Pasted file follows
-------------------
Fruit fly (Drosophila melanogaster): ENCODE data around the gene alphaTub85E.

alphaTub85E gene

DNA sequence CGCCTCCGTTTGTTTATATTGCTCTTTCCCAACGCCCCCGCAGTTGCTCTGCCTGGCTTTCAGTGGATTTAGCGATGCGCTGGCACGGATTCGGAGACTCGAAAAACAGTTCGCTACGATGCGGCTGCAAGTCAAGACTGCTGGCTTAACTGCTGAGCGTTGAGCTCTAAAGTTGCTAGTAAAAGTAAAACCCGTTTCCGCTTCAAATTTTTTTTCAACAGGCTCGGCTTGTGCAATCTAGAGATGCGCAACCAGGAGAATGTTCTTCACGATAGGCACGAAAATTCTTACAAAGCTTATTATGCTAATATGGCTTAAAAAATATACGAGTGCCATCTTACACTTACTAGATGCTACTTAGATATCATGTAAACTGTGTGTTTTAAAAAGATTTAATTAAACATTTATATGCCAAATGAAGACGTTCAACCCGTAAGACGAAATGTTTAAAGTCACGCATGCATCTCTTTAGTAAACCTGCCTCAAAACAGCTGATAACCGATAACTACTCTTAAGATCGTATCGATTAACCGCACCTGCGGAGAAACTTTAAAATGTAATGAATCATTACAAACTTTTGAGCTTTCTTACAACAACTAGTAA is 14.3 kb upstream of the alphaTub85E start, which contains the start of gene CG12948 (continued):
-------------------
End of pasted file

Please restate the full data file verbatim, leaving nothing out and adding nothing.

Fruit fly (Drosophila melanogaster): ENCODE data around the gene alphaTub85E.

alphaTub85E gene

DNA sequence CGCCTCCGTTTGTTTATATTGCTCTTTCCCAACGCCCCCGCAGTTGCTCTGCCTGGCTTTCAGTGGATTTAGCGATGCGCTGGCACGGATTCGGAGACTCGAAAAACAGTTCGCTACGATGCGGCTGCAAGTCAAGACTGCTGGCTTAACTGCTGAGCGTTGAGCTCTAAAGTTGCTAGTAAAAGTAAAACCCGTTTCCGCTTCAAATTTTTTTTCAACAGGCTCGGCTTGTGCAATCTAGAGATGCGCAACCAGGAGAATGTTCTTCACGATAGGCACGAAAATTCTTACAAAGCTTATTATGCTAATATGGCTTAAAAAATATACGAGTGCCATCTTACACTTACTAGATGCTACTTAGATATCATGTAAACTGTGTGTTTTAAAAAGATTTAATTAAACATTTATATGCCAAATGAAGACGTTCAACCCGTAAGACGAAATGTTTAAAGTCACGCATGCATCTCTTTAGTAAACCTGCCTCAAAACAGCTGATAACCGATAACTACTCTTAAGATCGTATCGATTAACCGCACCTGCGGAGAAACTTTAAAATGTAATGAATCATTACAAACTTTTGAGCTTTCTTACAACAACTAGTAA is 14.3 kb upstream of the alphaTub85E start, which contains the start of gene CG12948 (continued):